2 Local credibility. The more credibility we have locally at the start of the campaign, the better we will eventually do. (This was certainly the big differnce between Leicester South on the one hand and Hartlepool or Hodge Hill on the other - in Leicester we had a strong local base and record of campaigning in most wards in the constituency)

We shouldn't run a 'full' campaign every time

We don't!

Only people who really don't know what they are talking about would believe that we do.

Fighting by-elections hard doesn't stop us doing other things right

There are also those who argue that we shouldn't busy ourselves fighting by-elections, we should be concentrating on getting the message (or 'narrative' even)right, or doing longer term development.

Well yes, we do need to be doing those things. But fighting by-elections as they come along doesn't stop us doing those things as well.

There clearly will be some opportunity cost as far as the money is concerned (although a lot of the figures bandied about are nonsense, and we do get donations in for by-elections) but we actually need to sort out our message, do long term development AND fight by-elections.

In conclusion

I am not arguing that everything we have evr done in every by-election is right. In fact I have had strong disagreements with some of the tactics and some of the messaging in several of the ones I've worked on.

But frankly a LOT of the comments about how we should or should not run by-elections appear to be based on complete and utter ignorance of how the party actually runs by-elections campaigns, and/or on a completely unrealistic expectation that we should some how be winning every time.

As to the sensible question of whether by-elections are worth the resources I would make two points:

1 If you look at our current parliamentary party about a fifth of the seats we hold were first won in by-elections, or were held in by-elections, or had had by-elections that built a base to win from later.

2 Even though we didn't win in Norwich this time, the group of relatively inexperienced party organisers who made up the bulk of the campaign team will be heading back to their constituencies this weekend far better prepared than they would be by months of theoretical trainign about what running a serious campaign involves.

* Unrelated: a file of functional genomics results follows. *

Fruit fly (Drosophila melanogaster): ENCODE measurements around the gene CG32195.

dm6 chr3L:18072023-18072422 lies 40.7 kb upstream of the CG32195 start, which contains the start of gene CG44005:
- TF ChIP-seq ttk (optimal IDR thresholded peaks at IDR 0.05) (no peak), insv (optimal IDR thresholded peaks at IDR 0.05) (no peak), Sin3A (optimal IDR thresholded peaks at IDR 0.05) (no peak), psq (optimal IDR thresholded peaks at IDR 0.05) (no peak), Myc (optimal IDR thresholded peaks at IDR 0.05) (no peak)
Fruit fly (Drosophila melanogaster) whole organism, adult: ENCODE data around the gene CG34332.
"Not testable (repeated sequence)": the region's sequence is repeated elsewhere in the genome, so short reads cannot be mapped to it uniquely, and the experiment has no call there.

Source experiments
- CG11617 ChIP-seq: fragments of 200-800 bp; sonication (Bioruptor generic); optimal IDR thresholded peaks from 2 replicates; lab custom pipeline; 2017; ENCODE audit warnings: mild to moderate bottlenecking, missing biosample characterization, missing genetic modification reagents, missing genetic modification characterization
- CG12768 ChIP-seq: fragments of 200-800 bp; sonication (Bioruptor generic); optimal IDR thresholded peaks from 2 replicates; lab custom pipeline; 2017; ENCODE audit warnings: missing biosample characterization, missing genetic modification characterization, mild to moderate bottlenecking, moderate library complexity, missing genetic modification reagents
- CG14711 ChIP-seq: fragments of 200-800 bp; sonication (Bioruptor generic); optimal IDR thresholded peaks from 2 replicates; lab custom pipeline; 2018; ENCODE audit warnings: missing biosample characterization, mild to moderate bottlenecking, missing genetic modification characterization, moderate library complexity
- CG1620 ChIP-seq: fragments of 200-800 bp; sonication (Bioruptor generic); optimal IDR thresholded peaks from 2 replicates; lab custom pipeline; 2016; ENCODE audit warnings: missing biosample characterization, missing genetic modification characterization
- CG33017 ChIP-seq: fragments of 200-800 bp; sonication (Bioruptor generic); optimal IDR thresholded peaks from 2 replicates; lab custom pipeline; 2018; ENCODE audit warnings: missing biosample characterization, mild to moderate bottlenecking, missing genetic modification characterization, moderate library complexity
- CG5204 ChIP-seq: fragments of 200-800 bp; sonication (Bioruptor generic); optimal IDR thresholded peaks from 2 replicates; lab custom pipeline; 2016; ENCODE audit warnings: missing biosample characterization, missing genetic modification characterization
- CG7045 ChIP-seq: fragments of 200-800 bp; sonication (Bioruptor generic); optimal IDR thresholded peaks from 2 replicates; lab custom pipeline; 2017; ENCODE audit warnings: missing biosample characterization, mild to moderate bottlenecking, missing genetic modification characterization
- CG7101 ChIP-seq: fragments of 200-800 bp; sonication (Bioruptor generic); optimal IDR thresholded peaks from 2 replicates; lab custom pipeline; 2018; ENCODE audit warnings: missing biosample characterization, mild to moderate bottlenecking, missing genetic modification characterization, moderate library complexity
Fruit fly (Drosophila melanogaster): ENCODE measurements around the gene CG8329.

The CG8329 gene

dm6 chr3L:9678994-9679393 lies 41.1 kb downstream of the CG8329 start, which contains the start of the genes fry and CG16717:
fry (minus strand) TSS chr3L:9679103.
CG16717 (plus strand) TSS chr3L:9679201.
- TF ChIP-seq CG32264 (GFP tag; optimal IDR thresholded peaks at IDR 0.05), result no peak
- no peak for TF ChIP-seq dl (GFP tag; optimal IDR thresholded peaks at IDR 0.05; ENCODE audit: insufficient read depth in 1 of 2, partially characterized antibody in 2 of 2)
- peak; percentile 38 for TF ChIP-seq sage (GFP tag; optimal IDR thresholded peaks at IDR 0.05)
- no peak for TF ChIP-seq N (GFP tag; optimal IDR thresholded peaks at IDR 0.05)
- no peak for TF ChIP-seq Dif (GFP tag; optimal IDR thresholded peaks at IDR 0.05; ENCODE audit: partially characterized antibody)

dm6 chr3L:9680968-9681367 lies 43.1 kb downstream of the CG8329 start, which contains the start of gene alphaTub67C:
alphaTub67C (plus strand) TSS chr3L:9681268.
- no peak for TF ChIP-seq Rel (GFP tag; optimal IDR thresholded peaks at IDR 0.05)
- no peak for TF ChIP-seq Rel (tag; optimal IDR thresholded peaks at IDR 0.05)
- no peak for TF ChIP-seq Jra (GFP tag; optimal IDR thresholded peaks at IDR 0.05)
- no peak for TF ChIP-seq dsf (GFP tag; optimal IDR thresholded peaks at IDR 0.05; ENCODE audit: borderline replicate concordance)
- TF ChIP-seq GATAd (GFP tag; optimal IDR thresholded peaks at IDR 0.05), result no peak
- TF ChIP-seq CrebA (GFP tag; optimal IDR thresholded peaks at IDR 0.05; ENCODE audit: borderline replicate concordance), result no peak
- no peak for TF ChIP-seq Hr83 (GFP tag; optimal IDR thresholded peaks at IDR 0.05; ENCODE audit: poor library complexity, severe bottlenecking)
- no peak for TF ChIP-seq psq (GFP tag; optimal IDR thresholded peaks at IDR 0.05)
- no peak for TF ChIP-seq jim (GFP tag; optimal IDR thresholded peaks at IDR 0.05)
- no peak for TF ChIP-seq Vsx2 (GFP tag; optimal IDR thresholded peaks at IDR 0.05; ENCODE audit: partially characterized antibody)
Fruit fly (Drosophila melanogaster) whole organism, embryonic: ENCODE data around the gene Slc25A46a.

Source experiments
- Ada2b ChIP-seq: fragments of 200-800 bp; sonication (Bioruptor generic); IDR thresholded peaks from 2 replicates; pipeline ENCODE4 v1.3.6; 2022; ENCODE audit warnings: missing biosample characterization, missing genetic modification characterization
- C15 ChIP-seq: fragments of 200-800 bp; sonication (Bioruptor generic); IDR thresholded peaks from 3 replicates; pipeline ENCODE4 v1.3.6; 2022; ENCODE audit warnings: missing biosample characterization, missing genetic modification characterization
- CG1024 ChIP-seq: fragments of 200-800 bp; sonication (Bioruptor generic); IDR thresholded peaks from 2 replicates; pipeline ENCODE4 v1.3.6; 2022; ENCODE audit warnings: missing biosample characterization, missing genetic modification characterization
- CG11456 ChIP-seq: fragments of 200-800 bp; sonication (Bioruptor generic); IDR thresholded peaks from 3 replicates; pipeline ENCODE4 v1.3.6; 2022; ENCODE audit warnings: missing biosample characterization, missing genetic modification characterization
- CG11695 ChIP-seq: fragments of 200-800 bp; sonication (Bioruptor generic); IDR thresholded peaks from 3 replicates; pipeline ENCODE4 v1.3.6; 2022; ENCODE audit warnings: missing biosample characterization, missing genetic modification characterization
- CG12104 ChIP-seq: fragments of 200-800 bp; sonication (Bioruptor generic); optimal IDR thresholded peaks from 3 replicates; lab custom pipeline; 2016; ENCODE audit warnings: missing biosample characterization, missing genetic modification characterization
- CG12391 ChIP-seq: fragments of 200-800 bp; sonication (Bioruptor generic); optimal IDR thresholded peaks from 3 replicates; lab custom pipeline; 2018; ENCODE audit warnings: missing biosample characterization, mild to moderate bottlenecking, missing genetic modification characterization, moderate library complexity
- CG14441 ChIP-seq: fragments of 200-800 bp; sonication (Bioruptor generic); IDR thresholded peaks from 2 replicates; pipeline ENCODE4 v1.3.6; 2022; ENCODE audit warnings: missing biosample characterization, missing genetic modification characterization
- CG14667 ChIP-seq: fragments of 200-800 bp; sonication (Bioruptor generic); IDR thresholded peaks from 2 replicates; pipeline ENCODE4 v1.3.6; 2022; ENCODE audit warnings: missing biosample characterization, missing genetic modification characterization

Friday, July 24, 2009

Winning in Redcar again, and again, and again

I grew up in the north eastern and largely working class town of Redcar. (Known by racing enthusiasts for the Racecourse and by Geography students of the 70s and 80s for its steel industry).

I did my first campaigning there during the 1987 General Election - canvassing in Chris Abbott's ward and was signed up to the Liberal Party by his then ward colleague Stan Wilson.

In those days Redcar was not a hotbed of Liberalism although both the Liberals and the SDP had a few seats locally.

More recently however the Lib Dems have really been gaining ground. The part of town where I grew up was Tory held when I was there, but we have held it for years now. We have now established ourselves as the main opposition to Labour and came a creditable, if still some distance behind, second place last time.

More recently we have been winning local by-elections and last night completed our hattrick with Eric Howden's sensational victory in Dormanstown.

Eric took 52% of the vote with a 22.9% swing from Labour.

So what, you might think, particularly as you probably haven't the first clue where Redcar is, let alone Dormanstown.

Well Dormanstown is about as Labour as it gets.


It is real vote for a donkey with a red rosette territory.

If Labour are losing places like Dormanstown they really are up a brown smelly creek without a handily shaped wooden implement.

So well done Eric, Ian, Chris and team.

Have a virtual pint on me, and keep up the good work.

Wednesday, July 22, 2009

A Fresh Start for Britain

The party has published a key paper which is to be debated at party Conference in September.

A Fresh Start for Britain sets out our priorities in the run up to the General Election and how we intend to go through the process of prioritising our spending ambitions in the light of the mess the economy is in.